I’m a great believer in taking advantage of things that have been left undone or are not meeting needs as well as they might. I like to look for the soft innovation, the different slant or slight twist that makes a difference, rather than trying to reinvent the wheel and create something new from scratch.
By way of a real-world example, I’m going to share with you how I implemented a soft innovation into one of my own “on the side” businesses which quite simply changed the game for us. I have a significant interest in a small boutique handmade confectionery business that specialises in the manufacture and distribution of premium confectionery (www.justgreatfudge.com). By the way, it’s worth noting how the business name and its purpose focuses on just one niche. And that’s really important because it’s one of the core principles behind my Quick, Small and Simple (QSS) startup model, which we will learn more about later.
As a small niche manufacturer we are not looking to produce every confectionery product under the sun, nor are we interested in attempting to serve every market. We produce a high-end premium product that tastes out of this world, no expense is spared on the ingredients or the time and attention to detail required throughout the handmade process, which makes it an expensive luxury product. Our customers are connoisseurs of luxury fudge, love what we do and are happy to pay a premium price for the best, and that’s our target market. Focusing on a single premium product range in a small niche has allowed us to extract ourselves from the saturated commodity price-driven market. This purposeful attitude and position has made many of our competitors irrelevant, but we wanted a way to differentiate ourselves even further. Yes we had developed our own unique recipes, yes we use the finest ingredients and yes we hand produce our products with love and attention, but then so do many other premium confectionery manufacturers. So how could we create stand out differentiation within an established and highly competitive market?
What we needed was an innovation to differentiate what we did and how we did it. We needed something over and above the quality and taste of our products that we could become uniquely known for. After some thought, research and customer feedback we introduced a simple twist to our offering that no one else was doing. This twist was a classic example of a soft innovation that went on to provide a valuable unique selling proposition. The most interesting thing about our small innovation was that we did not make a single change to the product range itself, the manufacturing process or the delivery mechanism. The innovation was a simple tweak in the customer experience. Unlike similar manufacturers within the premium confectionery industry who offer their customers a choice of two dozen or so standard flavours, we did something different.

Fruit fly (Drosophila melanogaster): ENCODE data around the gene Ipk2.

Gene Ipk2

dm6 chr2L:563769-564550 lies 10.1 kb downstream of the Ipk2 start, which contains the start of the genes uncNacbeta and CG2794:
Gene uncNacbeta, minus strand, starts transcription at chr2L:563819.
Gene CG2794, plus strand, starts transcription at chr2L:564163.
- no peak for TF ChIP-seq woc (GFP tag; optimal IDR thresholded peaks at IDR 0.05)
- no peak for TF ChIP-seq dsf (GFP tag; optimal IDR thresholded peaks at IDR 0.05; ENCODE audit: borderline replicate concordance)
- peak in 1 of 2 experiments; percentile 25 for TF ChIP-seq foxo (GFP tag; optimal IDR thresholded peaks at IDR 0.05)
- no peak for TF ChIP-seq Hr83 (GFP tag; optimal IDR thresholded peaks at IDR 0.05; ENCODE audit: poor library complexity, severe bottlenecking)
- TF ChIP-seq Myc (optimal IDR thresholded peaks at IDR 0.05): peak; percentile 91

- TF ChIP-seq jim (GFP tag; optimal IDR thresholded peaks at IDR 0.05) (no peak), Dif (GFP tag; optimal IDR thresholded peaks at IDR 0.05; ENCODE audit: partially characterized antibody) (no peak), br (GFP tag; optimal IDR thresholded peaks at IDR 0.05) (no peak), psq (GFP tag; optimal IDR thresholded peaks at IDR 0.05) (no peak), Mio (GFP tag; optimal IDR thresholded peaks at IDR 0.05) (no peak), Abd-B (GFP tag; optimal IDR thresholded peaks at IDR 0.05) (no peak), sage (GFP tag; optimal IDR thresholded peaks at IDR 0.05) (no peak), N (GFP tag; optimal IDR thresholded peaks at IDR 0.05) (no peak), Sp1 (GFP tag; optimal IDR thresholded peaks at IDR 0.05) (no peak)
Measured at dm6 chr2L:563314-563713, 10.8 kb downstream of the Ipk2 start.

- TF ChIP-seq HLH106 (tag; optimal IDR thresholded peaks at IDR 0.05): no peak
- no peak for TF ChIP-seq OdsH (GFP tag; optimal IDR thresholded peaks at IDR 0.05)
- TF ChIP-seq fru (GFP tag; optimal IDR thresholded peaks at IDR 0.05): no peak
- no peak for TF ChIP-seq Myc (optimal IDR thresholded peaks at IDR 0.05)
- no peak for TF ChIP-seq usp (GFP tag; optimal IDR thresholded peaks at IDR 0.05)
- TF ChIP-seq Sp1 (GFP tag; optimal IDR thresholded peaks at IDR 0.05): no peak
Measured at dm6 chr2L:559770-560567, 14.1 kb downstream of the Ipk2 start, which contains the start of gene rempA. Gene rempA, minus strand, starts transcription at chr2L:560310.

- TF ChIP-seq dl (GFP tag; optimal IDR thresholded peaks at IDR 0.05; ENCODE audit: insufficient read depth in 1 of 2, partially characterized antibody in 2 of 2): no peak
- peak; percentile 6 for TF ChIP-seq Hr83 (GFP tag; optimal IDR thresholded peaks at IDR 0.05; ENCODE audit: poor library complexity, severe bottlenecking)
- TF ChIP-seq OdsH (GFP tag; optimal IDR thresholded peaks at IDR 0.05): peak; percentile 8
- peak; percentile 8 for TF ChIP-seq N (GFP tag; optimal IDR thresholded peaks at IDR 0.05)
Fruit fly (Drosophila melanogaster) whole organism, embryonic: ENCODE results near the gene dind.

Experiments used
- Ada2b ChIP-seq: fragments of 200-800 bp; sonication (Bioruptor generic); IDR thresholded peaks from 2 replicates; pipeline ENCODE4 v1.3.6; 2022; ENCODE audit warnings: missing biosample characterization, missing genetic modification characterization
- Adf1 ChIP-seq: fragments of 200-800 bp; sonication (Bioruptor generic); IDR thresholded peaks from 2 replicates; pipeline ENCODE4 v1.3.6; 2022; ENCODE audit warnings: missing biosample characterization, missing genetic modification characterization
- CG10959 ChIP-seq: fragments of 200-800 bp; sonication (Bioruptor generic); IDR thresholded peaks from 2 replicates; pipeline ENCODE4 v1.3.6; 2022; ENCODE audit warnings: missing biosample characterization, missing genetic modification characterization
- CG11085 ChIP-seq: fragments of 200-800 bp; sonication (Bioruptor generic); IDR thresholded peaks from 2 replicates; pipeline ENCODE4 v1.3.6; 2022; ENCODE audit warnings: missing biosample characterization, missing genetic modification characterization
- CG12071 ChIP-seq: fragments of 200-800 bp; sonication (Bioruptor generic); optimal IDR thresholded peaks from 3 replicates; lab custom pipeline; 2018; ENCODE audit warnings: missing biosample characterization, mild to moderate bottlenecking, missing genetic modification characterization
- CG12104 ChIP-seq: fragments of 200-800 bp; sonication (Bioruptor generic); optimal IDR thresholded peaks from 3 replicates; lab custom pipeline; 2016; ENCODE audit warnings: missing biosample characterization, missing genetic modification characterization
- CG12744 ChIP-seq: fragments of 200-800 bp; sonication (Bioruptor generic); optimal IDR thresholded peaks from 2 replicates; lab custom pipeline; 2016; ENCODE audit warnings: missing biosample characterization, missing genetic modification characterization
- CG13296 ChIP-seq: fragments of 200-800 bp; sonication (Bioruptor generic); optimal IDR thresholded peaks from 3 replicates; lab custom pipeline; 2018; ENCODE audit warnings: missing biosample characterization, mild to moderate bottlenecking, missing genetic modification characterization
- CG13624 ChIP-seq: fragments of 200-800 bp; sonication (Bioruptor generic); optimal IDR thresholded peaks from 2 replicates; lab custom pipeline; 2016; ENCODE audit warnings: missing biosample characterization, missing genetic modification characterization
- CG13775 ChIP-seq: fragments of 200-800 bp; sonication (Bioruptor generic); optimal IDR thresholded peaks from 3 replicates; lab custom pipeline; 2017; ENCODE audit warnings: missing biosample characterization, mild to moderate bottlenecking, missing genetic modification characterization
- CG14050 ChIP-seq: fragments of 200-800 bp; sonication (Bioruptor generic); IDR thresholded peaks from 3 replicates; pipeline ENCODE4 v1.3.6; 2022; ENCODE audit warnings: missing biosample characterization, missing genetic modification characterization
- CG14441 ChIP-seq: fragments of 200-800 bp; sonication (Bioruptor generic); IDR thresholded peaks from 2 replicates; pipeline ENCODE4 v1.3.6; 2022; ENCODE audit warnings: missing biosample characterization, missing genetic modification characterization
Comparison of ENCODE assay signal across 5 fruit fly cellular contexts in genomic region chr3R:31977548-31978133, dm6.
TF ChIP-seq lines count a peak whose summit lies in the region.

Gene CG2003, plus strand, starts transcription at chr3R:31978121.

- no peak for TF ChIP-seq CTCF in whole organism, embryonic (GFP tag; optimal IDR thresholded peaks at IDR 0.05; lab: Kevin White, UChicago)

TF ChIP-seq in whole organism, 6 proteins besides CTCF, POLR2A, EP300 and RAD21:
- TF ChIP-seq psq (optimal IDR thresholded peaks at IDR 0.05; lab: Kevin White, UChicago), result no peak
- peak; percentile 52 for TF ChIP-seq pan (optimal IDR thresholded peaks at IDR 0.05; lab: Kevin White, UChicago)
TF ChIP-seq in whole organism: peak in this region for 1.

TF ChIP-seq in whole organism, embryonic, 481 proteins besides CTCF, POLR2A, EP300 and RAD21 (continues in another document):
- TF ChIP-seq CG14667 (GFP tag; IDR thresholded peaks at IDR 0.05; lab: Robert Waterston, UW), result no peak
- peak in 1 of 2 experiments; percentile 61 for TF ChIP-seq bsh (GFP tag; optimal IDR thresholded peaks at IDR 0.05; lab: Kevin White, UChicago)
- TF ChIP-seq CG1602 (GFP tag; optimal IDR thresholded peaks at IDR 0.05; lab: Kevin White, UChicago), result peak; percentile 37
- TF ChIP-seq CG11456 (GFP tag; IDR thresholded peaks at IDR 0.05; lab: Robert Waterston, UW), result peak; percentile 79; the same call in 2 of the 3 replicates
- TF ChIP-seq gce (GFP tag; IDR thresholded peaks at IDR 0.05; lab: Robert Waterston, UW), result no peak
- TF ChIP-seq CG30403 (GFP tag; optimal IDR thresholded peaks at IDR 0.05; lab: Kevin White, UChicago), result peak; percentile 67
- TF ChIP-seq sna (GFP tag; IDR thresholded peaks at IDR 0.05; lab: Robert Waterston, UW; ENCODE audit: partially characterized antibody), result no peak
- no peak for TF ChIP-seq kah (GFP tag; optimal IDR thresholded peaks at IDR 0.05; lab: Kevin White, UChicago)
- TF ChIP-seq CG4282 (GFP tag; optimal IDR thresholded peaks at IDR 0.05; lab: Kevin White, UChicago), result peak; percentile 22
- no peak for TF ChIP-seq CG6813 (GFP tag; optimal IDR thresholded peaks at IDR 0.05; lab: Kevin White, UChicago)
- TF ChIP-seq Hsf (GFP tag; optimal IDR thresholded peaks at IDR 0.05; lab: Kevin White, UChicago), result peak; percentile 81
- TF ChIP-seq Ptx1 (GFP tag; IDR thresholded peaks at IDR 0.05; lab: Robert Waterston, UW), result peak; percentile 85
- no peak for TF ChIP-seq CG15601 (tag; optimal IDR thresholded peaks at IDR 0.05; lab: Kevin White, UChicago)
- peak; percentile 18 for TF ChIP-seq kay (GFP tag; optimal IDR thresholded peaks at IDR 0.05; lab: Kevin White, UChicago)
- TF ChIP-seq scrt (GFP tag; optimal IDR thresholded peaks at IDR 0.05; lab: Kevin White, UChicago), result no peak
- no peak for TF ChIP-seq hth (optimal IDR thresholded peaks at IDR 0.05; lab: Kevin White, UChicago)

justgreatfudge.com customers are no longer restricted to buying fudge flavours that we define. Our uniqueness and remarkability is that our customers can go online and create their own bespoke flavours. They have a choice of three base fudge types alongside a range of nuts, fruits, flavours and choices of chocolate and or confectionery pieces. Incidentally, we have been able to introduce this little innovative twist because we are leveraging the fact that we are a true premium “small batch” manufacturer, a position and differentiation that our larger competitors simply cannot compete with. Not only has this increased our brand awareness and made us the go-to experts for bespoke fudge, it’s also increased our revenue because we have been able to charge a premium for this custom service. A simple innovation with a big impact.
It could be said that this innovation is easily copied by our competitors, therefore negating any competitive advantage gained. Whilst that may be true, my thoughts on that argument are simple. Firstly, we innovated the idea and as such have claimed our market position as the experts in producing bespoke made to order fudge. Remember the innovator and first to the market with a particular idea, service or product generally wins. Imitators rarely outclass innovators. And secondly, coming up with new inventive ideas and ways of applying them is where innovation happens. Even if our idea was successfully copied, we would simply up the game and come up with new ways to innovate and differentiate what we do and how we do it. This demonstrates my point perfectly about those that innovate and those that imitate. Innovators continually lead the way, whilst imitators spend their time and resources continually chasing falling markets rather than creating new ones or better serving existing ones.
Startup Pro Insight: We did not reinvent the wheel, we just helped customers get exactly what they wanted. It’s a twist on a theme. I like to look at it this way. Don’t reinvent the wheel, just put a new tyre on it
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